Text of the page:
Mottweiler 120 pinhole camera with no image distortion

Discussion in 'Medium Format' started by roger_urban|3, Aug 11, 1998.

  1. Fellas,

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    Here's a site that I think is pretty innovative. The Mottweiler
    120 pinhole camera has a curved back, and thus no image distortion. I saw a print from one and it certainly got my attention. If anyone else would like more information, here is the link:

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    http://laplaza.org/~pinhole/

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    P.S. If the price for this camera was about 1/3 to 1/2 the asking price then I might consider it. But, $900 for a pinhole is hard to justify, even for the great shots this one produces.
     
  2. Well, a pinhole camera is definitely something you can make yourself. You can very likely build this yourself for under $50 with used parts and scrap material. A Dremmel tool isn't that difficult to use. Of course, if you have more money than time, then maybe $900 isn't so bad. The curved back for pinhole cameras has been known for quite some time, it's just not been in a "manufactured" camera.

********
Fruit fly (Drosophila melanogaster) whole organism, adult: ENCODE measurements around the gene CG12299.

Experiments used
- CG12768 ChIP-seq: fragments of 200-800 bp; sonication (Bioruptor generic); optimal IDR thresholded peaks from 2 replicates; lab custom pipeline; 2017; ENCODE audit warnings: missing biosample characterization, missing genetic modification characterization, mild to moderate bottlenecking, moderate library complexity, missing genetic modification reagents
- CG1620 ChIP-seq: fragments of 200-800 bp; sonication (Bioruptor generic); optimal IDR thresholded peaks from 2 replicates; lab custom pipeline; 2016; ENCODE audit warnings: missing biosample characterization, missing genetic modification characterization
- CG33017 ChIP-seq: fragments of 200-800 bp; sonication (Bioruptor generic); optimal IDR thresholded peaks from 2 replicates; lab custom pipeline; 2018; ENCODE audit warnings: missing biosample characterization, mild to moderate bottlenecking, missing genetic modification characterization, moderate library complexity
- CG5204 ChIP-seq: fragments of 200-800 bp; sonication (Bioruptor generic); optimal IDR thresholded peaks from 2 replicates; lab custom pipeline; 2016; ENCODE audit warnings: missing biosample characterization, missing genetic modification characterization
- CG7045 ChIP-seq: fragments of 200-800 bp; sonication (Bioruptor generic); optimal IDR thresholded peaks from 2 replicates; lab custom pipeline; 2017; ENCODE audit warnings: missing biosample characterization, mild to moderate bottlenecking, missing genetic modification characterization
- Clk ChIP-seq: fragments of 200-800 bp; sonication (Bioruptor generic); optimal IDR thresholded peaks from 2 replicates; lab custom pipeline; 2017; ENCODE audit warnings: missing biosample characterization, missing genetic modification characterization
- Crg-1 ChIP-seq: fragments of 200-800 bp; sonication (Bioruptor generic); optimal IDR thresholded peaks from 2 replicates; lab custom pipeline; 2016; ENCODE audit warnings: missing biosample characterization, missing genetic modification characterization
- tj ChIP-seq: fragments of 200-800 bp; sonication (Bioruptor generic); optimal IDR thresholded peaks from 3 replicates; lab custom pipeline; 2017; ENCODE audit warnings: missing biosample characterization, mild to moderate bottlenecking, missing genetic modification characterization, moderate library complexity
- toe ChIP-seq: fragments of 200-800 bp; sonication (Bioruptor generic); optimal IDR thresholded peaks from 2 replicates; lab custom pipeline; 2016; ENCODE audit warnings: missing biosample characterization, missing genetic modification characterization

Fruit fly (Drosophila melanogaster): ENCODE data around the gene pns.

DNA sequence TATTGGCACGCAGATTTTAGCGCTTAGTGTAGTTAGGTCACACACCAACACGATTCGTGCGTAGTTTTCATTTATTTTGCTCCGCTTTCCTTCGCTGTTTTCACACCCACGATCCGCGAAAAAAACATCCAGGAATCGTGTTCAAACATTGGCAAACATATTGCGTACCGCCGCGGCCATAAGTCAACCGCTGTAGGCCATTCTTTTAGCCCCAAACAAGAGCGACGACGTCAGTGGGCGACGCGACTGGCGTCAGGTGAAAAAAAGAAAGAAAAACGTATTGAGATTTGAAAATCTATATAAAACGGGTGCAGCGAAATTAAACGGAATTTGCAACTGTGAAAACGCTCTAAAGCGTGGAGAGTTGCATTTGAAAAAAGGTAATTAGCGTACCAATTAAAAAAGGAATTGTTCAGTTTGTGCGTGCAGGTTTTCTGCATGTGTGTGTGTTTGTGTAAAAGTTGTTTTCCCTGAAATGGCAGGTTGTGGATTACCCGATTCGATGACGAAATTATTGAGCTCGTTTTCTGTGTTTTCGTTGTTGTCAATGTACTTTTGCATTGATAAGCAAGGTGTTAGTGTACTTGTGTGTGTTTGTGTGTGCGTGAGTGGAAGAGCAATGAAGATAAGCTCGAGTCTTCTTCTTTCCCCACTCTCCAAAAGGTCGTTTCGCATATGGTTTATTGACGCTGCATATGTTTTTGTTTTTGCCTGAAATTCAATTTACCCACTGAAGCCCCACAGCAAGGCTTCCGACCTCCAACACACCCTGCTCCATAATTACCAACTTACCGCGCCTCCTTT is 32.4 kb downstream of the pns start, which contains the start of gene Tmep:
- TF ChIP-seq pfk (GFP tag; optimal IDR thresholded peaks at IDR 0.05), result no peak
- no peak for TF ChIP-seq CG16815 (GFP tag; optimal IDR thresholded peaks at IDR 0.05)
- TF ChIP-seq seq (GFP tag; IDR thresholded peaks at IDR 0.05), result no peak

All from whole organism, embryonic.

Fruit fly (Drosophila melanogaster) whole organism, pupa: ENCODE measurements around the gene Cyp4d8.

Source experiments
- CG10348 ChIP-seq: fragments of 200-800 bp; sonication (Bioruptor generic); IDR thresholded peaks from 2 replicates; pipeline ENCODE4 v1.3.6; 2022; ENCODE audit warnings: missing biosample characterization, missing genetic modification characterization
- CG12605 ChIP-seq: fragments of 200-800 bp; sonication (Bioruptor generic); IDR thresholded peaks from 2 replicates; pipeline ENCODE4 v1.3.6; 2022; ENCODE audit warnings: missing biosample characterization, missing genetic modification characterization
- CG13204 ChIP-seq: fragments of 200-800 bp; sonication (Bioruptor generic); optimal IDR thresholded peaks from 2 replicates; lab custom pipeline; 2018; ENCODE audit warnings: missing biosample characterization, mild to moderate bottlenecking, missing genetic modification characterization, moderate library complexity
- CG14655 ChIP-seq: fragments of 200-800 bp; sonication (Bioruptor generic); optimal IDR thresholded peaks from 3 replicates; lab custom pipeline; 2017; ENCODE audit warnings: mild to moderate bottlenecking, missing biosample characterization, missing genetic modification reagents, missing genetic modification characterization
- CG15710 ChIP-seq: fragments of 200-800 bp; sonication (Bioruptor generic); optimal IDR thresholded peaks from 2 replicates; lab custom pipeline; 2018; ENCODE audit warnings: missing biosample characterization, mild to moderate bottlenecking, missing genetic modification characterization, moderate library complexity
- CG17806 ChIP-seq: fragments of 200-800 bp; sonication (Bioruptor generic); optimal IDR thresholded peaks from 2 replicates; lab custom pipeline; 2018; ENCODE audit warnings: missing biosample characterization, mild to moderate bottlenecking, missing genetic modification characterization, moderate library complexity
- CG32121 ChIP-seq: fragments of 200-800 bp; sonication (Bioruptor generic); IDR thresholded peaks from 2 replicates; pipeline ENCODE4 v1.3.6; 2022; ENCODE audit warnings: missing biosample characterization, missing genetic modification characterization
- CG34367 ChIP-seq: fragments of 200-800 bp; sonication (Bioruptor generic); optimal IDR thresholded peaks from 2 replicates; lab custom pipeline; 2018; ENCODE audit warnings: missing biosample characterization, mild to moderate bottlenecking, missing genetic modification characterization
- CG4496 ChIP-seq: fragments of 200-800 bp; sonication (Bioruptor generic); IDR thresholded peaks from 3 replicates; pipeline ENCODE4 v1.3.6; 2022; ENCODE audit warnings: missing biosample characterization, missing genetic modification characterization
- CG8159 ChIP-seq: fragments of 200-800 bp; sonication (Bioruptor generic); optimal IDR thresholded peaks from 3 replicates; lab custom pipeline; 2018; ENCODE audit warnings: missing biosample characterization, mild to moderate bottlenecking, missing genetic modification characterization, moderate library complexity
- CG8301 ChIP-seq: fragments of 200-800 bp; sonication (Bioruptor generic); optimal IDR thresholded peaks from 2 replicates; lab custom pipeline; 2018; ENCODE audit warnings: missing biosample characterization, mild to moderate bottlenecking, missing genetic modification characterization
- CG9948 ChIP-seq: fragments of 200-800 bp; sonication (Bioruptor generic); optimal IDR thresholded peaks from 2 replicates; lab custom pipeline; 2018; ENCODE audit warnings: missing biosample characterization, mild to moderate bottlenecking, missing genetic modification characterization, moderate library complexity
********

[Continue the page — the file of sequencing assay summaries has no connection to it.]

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    Hmmm, you could also make your own shutter ... scrap pine would do for the camera body ... I think I can make it out of a cardboard box, and there's one next to me ... and I have an sharp knife and a hot glue gun, some long bolts and nuts... some round lids, one would do...

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    Okay: cardboard for the camera body, a lid or something round for the film track (cut it in half), bolts and nuts to hold and wind the spools, black tape for the shutter, foil aperture, and whatever else I left out that becomes apparent while you're building it.

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    Cost: Less than $2, less if you scrounge the bolts and such.
     
  3. If you are interested it pinholes, the june\july 1998 issue of Camera arts has a how to artical on building one with pic examples from the finished product.
     
  4. Large 1 pound oat meal containers will do the job for a curved film plane. However fitting a motor drive is quite difficult!
     

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